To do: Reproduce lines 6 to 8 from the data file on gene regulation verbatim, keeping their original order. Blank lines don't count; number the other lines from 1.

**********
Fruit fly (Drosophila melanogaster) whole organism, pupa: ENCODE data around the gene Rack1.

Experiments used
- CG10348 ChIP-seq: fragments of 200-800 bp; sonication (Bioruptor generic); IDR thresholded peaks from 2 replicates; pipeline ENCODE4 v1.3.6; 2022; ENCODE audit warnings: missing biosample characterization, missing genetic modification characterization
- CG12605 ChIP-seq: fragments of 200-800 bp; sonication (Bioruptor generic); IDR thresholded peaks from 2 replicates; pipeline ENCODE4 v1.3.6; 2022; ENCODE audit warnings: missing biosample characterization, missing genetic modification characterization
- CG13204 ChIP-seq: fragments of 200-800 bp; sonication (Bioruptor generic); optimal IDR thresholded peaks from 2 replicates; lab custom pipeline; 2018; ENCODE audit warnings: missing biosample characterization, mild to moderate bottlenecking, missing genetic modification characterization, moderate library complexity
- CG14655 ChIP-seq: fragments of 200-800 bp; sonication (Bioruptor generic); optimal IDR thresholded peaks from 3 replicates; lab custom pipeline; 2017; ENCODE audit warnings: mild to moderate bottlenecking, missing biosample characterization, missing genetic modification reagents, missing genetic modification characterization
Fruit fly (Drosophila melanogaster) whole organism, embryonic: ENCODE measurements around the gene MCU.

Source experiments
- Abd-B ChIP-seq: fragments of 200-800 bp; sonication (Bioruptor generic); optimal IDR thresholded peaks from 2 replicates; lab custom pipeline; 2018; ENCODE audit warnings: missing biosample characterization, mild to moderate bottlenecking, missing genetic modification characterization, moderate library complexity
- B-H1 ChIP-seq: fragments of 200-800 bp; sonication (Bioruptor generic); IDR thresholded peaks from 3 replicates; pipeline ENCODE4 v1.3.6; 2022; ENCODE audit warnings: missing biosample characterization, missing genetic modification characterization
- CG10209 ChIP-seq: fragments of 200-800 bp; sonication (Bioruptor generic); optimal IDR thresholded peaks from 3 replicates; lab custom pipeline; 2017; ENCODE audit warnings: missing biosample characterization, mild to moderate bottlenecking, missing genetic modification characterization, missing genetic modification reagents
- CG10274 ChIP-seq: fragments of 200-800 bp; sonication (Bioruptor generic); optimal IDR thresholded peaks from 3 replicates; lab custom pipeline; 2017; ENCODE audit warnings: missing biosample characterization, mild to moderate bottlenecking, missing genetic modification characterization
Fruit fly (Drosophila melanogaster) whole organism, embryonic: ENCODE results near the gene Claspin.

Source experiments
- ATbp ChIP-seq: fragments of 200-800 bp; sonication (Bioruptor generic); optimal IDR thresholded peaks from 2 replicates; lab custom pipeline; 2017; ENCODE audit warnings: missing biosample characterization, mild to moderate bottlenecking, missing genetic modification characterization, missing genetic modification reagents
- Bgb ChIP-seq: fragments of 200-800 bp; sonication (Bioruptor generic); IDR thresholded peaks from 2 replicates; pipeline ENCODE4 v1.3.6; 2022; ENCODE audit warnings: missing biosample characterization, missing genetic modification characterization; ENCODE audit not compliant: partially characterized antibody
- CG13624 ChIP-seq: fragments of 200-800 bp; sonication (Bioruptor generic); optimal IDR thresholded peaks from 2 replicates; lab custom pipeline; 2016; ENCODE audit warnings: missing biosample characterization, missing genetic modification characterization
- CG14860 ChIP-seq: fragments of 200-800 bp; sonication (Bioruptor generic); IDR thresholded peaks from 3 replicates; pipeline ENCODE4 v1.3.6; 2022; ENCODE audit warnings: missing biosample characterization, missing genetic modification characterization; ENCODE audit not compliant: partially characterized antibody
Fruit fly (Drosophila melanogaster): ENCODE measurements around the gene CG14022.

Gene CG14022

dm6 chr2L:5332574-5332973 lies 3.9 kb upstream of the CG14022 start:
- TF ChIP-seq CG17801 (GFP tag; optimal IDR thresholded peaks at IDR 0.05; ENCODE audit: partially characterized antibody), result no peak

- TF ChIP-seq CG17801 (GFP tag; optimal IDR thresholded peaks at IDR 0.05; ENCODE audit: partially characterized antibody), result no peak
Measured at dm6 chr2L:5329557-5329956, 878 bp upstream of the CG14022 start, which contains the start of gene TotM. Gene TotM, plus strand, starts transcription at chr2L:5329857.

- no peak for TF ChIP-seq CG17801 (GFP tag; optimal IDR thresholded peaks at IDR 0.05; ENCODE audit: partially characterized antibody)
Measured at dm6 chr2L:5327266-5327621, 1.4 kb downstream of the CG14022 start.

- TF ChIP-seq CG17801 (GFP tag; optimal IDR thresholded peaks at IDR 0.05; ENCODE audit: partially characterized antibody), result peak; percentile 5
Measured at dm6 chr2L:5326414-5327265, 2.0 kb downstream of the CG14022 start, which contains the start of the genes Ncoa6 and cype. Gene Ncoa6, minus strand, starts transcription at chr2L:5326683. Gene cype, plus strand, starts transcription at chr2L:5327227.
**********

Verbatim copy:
- CG14655 ChIP-seq: fragments of 200-800 bp; sonication (Bioruptor generic); optimal IDR thresholded peaks from 3 replicates; lab custom pipeline; 2017; ENCODE audit warnings: mild to moderate bottlenecking, missing biosample characterization, missing genetic modification reagents, missing genetic modification characterization
Fruit fly (Drosophila melanogaster) whole organism, embryonic: ENCODE measurements around the gene MCU.

Source experiments